In full bloom they strutted through the room and seduced the postcards from my wall.  The Chinese Empress fell first – the scent of the Orient filling her mind with jade beads and the gossip of dragons. The tangerine pollen stained her hands. She lay across the dictionary for weeks and found the ‘l’ in love is used twice in luckless. Your apologies haunt the airport lounges and tarmac boardings. But Rome grips me. The god, Janus, looks ahead and behind. Your grand gestures fall short of small kindnesses.  In the distant piazza an old woman showers birds with crumbs.


2. Summer found me on a night train somewhere between Spain and France

The couchette was packed with retirees. I couldn’t sleep. There was a man in the compartment.  I realised then I believed in the segregation of the sexes and spent the night on a bed of metallic thuds. Before daylight only the elderly had risen and gathered along the corridor, waiting, patient as migrating penguins. I was still dressing and was last off the train.  The Parisian police questioned me and searched my shoulder bag for drugs. They held up a dirty towel, underwear, a souvenir from Barcelona.. At the station I bought a croissant to clear the bone in my throat.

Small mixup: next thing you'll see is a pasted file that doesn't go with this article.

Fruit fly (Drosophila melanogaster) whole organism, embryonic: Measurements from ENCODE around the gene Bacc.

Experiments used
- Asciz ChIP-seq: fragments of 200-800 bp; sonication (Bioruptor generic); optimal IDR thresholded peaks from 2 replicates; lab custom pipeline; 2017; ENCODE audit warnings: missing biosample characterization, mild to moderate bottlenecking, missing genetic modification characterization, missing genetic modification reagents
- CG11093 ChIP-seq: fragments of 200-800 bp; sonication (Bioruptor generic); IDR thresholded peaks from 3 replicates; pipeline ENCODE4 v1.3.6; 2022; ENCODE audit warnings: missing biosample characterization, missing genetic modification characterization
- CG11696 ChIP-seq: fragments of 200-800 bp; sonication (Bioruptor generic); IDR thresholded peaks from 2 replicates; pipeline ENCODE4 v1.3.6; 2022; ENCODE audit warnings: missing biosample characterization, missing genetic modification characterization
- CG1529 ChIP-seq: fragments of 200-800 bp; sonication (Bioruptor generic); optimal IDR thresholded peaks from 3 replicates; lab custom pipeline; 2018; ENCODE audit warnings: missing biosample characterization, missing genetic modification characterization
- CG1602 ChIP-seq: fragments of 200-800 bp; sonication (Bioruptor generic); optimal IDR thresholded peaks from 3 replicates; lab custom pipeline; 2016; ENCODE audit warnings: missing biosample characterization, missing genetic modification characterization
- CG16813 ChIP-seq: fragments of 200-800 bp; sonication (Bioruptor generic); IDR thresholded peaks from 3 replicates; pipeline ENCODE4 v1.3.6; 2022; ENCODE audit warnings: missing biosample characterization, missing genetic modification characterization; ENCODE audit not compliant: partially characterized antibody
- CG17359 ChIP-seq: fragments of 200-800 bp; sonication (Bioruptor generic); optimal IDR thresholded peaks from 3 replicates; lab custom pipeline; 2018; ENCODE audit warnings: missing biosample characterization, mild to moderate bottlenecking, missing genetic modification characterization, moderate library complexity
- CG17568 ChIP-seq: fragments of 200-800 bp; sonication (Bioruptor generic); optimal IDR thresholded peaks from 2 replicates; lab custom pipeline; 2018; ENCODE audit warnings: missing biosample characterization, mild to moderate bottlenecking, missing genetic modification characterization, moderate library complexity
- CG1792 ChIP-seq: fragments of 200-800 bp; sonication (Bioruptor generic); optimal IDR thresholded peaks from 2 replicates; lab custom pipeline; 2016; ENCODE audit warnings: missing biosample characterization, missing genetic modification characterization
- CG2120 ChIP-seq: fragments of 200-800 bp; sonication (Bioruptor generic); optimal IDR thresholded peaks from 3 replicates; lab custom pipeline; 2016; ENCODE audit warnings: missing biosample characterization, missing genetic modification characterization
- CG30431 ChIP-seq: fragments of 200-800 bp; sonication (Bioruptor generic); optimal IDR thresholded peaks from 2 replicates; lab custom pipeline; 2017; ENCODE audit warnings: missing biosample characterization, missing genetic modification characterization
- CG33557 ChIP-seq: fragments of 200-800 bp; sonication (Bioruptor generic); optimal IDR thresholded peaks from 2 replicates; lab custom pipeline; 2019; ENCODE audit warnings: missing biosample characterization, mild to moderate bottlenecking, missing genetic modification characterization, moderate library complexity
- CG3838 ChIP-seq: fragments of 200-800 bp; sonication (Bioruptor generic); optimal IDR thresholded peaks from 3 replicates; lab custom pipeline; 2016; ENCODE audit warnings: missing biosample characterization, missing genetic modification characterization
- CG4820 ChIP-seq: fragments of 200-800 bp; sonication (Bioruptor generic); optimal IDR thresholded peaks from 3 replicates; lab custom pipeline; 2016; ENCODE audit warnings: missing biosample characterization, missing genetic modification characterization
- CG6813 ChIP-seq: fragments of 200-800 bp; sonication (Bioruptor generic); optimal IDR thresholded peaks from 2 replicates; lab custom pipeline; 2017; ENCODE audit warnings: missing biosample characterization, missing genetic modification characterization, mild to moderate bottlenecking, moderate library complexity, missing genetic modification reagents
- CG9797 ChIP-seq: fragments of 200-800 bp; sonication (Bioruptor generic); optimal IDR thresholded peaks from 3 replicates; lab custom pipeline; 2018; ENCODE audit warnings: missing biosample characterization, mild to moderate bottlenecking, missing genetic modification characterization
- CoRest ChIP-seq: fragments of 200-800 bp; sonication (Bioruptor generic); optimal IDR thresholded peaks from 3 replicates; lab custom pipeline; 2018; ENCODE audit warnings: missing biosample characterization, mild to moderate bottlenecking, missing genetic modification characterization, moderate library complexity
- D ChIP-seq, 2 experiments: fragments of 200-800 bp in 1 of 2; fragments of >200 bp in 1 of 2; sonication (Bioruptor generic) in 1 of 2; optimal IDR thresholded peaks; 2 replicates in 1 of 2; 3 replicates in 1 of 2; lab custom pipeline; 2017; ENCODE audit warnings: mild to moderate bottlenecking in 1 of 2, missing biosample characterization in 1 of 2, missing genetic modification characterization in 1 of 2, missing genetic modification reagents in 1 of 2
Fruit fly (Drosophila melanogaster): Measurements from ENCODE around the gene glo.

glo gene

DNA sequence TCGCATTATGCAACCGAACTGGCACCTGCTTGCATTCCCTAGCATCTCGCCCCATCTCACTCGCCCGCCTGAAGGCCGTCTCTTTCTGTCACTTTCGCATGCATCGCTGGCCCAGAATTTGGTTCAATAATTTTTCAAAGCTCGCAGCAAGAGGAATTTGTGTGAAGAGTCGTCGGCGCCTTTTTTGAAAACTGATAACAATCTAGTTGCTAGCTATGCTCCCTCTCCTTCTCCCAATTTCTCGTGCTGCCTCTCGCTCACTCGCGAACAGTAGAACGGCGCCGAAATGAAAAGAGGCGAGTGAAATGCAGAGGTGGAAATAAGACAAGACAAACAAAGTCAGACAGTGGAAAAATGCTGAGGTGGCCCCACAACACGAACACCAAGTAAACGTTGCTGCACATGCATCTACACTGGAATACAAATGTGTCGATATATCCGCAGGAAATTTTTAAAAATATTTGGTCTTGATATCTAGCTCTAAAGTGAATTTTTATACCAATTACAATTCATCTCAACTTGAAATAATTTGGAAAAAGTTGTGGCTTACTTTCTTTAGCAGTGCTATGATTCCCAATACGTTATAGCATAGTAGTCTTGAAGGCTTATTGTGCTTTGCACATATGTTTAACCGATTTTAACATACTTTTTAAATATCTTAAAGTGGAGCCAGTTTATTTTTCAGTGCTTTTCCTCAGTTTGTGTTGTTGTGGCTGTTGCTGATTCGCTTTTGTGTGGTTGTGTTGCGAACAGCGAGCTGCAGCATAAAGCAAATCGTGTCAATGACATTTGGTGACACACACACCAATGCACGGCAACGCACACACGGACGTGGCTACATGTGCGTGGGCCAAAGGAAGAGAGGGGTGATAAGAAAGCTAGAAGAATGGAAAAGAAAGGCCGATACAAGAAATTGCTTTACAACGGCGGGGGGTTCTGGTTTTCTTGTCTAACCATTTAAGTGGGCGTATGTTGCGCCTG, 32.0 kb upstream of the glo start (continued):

3. Valley mists uncovered the shoulders of mountains

That winter at the Hydro Majestic I worked for the old spinster who kept her Pekingese in a playpen next to her desk. She smelled of cheese. At night you and I talked of aliens and flying saucers. I went to work at the country club where the morning cook tapped his fingers on tables and the manager steadied her day on a continuous glass of scotch. On one breakfast shift I heard the meows of a kitten. I climbed through the kitchen window and found a steel-grey mass peppered with flea eggs. Later I ran into the cook’s area to rescue burning toast. When he saw me all he could say was: Outta me kitchen. I left the country club, pet under my arm. It disappeared after a few days. Maybe with the flying saucers. And the only alien I saw was me in a cold mirror.


4. Looking over your shoulder

I think of those narrow streets in Kyoto where children led me to temple entrances and shrines. They  were unafraid to speak with a stranger. I’d  missed Basho’s grave but in the mountain temples I heard the wooden floorboards speak. My fascination with the language kept me walking backwards and forwards. The attendant stiffened then told me to stop. I didn’t have enough words to explain that the timber was talking.  Near one rock garden was written: I only learn to be content. You look frightened when I tell you I don’t know anything anymore.